New York $126,440 $125,780 $217,050
    North Carolina $108,370 $102,020 $192,830
    North Dakota $111,070 N/A $192,050
    Ohio $105,630 $105,960 $190,120
    Oklahoma $112,750 N/A $179,410
    Oregon $118,600 $105,600 $236,540
    Pennsylvania $111,560 $103,230 $185,090
    Rhode Island $117,300 $107,510 $55,250
    South Carolina $101,190 N/A $185,850
    South Dakota $103,080 N/A $190,660
    Tennessee $99,370 $93,690 $171,020
    Texas $116,700 $109,510 $180,380
    Utah $113,550 $133,680 $127,130
    Virginia $109,660 N/A $179,180
    Vermont $108,280 $97,240 $189,780
    Washington $126,480 $112,310 $197,740
    West Virginia $105,220 $123,450 $187,430
    Wisconsin $113,030 $110,380 $231,520
    Wyoming $118,810 N/A $231,250

    Source: May 2020 BLS National Occupational Employment and Wage Estimates

    Part Three MSN Nurse Salary by Industry

    Nurses with an MSN most commonly work in hospitals or physician offices, however, nurses with an MSN may make even more money working in other industries outside of the traditional healthcare setting.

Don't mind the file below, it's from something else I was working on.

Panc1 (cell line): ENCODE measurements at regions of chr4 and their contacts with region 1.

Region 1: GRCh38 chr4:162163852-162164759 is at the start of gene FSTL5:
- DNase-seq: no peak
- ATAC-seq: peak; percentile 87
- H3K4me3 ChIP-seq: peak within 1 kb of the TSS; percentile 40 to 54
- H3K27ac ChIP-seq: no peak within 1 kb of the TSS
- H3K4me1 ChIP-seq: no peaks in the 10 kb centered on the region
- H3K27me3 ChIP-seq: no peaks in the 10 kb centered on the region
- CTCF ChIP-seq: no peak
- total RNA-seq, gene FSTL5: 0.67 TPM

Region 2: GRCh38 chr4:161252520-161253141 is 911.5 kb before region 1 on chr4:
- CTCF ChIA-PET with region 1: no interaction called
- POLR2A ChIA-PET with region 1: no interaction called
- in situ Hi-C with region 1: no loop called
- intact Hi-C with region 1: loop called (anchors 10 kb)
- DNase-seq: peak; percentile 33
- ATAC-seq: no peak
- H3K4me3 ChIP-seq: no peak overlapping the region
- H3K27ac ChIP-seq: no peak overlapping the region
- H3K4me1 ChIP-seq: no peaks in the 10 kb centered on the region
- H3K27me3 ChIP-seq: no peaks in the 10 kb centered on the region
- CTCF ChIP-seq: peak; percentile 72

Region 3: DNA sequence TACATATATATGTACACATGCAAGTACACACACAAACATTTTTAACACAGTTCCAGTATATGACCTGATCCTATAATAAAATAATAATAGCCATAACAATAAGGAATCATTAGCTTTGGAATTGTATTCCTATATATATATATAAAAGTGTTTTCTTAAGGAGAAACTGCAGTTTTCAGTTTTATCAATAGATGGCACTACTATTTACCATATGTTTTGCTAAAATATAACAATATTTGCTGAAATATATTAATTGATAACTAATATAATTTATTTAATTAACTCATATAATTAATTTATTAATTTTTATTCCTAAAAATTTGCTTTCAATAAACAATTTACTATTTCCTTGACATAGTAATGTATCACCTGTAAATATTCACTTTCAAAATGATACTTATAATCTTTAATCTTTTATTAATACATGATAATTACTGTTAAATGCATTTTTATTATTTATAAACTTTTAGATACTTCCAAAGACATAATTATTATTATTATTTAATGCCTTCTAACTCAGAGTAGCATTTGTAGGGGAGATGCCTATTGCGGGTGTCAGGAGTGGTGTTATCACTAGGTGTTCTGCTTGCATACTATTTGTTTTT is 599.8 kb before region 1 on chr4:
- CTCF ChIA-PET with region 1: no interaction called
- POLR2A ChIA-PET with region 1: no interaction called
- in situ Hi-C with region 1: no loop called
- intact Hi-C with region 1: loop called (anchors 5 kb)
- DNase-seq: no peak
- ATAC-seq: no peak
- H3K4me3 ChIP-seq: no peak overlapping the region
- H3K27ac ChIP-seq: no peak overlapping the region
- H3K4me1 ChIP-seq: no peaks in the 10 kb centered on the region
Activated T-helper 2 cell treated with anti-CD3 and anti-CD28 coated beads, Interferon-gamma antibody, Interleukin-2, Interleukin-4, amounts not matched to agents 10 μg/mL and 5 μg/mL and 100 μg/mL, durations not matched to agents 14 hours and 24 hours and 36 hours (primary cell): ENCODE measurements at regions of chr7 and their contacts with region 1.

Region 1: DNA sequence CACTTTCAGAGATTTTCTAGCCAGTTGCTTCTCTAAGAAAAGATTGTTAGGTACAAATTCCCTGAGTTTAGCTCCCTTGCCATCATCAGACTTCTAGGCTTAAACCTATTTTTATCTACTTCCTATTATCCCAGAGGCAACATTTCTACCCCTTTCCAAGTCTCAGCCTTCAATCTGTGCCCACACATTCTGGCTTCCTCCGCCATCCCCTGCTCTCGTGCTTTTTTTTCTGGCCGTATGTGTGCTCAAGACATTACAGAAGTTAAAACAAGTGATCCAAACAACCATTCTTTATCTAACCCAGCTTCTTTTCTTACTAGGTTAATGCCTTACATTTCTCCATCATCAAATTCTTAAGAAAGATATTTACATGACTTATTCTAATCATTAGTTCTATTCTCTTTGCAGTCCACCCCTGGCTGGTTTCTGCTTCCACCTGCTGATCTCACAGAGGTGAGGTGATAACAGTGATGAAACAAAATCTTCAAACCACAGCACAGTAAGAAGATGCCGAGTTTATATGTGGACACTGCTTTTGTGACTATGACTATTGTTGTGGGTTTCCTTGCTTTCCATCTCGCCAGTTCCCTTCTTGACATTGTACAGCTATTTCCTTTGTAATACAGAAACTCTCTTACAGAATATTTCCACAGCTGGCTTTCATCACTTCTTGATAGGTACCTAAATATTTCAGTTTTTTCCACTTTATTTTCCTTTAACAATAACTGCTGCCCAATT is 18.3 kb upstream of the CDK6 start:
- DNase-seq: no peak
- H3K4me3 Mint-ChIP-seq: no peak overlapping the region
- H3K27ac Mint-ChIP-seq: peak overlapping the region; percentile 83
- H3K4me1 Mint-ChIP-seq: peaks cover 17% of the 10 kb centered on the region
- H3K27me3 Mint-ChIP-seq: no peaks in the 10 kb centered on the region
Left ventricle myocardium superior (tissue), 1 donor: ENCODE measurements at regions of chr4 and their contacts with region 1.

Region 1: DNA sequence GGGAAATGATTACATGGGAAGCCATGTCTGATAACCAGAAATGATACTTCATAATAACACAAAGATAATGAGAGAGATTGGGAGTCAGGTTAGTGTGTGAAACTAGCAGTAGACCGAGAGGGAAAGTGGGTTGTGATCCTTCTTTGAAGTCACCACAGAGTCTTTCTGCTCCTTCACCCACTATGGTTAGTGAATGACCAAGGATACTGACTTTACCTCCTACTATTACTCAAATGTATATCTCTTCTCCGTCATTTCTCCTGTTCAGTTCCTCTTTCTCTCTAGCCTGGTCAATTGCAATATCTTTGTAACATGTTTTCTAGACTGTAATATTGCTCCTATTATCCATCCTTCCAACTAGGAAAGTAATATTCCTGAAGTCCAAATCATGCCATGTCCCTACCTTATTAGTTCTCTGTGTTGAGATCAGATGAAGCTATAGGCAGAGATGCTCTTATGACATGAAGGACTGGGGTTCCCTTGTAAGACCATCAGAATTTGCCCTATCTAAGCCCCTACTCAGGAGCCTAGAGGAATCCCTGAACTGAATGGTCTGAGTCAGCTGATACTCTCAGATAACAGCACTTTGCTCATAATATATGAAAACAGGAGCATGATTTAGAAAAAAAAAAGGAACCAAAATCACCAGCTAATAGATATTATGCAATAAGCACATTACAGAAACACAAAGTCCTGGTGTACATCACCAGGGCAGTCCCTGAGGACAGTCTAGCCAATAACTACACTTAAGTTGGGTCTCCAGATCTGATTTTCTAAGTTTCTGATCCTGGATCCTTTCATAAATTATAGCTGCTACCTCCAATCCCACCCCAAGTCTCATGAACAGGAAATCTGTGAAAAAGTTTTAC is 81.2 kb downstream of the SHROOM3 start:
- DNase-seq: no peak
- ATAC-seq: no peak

For nurse practitioners, these are the highest paying industries according to the BLS:

    1. Community Food and Housing and Emergency Relief: $143,480 
    2. Religious Organizations: $131,710 
    3. Residential Intellectual and Developmental Disability, Mental Health and Substance Abuse Facilities: $130,830
    4. Social Advocacy Organizations: $127,970 
    5. Outpatient Care Centers: $123,850 

    Part Four Highest Paying Jobs for Nurses with a Master’s Degree